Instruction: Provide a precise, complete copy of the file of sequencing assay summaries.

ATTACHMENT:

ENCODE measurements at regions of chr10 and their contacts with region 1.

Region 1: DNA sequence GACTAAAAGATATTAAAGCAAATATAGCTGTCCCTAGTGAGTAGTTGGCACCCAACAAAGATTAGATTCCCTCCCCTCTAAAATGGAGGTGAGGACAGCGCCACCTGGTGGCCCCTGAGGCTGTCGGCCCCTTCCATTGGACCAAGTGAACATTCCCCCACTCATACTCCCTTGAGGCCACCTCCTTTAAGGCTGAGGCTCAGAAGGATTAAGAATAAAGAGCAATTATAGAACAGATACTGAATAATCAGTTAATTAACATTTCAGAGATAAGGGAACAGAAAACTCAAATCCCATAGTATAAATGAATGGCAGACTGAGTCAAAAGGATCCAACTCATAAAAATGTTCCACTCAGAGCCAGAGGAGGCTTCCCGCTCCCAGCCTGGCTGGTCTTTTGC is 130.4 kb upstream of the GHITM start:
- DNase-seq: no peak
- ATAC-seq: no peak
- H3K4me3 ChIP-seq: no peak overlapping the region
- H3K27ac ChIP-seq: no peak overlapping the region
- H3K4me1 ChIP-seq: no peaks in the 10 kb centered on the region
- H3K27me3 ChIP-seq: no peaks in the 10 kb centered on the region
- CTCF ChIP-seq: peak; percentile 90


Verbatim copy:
ENCODE measurements at regions of chr10 and their contacts with region 1.

Region 1: DNA sequence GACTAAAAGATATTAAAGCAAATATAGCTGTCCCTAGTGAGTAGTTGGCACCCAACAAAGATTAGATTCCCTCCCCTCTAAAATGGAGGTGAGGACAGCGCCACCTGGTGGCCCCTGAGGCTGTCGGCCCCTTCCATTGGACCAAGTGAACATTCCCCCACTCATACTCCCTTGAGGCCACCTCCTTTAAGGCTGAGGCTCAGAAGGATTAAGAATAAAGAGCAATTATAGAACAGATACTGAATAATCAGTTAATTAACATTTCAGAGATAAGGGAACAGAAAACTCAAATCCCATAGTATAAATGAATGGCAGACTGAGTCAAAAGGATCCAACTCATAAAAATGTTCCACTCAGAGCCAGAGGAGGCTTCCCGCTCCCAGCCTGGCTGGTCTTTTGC is 130.4 kb upstream of the GHITM start:
- DNase-seq: no peak
- ATAC-seq: no peak
- H3K4me3 ChIP-seq: no peak overlapping the region
- H3K27ac ChIP-seq: no peak overlapping the region
- H3K4me1 ChIP-seq: no peaks in the 10 kb centered on the region
- H3K27me3 ChIP-seq: no peaks in the 10 kb centered on the region
- CTCF ChIP-seq: peak; percentile 90